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USA 1984
Directed by
Fred Schepisi
100 minutes
Rated PG


1.5 stars

Iceman

The premise of this movie about a group of scientists working in the Arctic who discover a pre-historic man encased in ice who they bring back to life and try to "humanize" is the stuff of 50s B grade movies and it's not easy to understand why it was dignified with an upmarket production. Australian director Schepisi is an odd choice to helm this project, but perhaps the producers (who included Norman Jewison) couldn't get the more appropriate John Boorman who presumably was working on The Emerald Forest (and perhaps the naming of the Neanderthal man "Charlie" is a reference to Boorman whose son, Charlie, starred in that movie). Perhaps too had this film made more use of the spectacular landscape of snow-covered British Columbia where its exteriors were filmed it might have had more merit but as it was shot on a tinpot set with a lot of fake rocks it looks very ordinary.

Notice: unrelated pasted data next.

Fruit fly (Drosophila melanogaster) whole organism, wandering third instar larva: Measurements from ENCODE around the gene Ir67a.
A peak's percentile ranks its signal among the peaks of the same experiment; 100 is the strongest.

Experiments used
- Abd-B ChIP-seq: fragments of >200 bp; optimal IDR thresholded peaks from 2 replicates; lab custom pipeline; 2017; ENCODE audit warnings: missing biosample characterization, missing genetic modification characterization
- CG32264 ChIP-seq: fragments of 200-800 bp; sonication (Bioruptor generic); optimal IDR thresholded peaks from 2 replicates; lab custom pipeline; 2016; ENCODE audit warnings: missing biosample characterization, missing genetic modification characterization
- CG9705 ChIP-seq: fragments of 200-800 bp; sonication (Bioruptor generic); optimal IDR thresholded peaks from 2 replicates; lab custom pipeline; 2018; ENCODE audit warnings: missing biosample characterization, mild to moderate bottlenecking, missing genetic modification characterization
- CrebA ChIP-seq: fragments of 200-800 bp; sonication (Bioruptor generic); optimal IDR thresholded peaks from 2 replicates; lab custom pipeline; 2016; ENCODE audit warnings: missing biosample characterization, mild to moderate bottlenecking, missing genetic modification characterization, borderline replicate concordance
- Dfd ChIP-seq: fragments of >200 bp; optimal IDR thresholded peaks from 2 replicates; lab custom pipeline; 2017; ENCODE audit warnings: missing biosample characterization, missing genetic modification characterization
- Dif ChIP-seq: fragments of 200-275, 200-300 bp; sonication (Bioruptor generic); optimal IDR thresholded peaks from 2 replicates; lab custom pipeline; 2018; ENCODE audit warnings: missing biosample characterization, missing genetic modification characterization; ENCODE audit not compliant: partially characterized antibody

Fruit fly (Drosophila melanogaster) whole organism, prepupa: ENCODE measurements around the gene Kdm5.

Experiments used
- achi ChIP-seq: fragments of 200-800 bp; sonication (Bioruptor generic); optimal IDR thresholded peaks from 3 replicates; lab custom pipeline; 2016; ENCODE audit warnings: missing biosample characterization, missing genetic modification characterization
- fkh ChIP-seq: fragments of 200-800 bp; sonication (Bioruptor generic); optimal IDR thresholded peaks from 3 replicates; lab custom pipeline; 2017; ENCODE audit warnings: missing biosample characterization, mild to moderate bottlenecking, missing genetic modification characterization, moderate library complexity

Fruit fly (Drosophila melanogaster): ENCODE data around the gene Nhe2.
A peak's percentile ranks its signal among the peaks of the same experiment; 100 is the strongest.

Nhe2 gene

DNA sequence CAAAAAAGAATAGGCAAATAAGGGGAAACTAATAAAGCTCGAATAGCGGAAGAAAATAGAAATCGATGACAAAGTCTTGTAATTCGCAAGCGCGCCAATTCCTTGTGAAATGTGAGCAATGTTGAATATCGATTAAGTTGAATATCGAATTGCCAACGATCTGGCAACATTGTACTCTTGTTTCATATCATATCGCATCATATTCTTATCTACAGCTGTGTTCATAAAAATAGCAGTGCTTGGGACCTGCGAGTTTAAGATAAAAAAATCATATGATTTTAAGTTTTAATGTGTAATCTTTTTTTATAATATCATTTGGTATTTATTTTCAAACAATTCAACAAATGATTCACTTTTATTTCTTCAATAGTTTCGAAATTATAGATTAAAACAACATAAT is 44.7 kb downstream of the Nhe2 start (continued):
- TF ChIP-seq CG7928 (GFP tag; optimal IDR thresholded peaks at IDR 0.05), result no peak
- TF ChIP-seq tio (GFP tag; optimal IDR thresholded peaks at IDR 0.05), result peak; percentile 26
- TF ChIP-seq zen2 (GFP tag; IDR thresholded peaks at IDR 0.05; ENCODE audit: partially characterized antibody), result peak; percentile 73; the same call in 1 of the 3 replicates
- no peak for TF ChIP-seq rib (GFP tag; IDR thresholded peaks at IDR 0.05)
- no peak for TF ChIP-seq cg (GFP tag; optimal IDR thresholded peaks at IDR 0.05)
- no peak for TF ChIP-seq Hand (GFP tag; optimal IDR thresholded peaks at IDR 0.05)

Schepisi used regular Australian collaborators Ian Baker for cinematography and Bruce Smeaton for music but neither add anything of note (well, Smeaton recycles some notes from the pan pipes in Picnic At Hanging Rock) to what is an ill-conceived and weakly-written project that comes dangerously close to the ludicrous. Tim Hutton who peaked early in his career, winning a Best Supporting Oscar for his performance in Ordinary People (1980) is, except for his beard and hair, miscast, and the rest of the talent (including Danny Glover as the token spade) turn in pretty much straight B grade efforts. Tackily made-up John Lone makes his Neanderthal a likable duffer but one can't help but wonder on what research his performance is based, let alone why anyone thought it a good idea to make this film.

 

 

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